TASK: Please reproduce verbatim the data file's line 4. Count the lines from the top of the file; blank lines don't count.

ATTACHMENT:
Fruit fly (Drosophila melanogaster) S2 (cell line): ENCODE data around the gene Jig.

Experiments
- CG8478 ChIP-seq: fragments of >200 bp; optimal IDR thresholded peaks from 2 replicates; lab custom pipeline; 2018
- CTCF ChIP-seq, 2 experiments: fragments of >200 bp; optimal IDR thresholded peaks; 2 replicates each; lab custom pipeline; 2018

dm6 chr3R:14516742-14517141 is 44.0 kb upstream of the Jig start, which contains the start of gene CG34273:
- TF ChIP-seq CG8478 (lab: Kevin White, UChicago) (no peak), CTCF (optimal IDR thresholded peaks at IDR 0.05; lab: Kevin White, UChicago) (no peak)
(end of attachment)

- CTCF ChIP-seq, 2 experiments: fragments of >200 bp; optimal IDR thresholded peaks; 2 replicates each; lab custom pipeline; 2018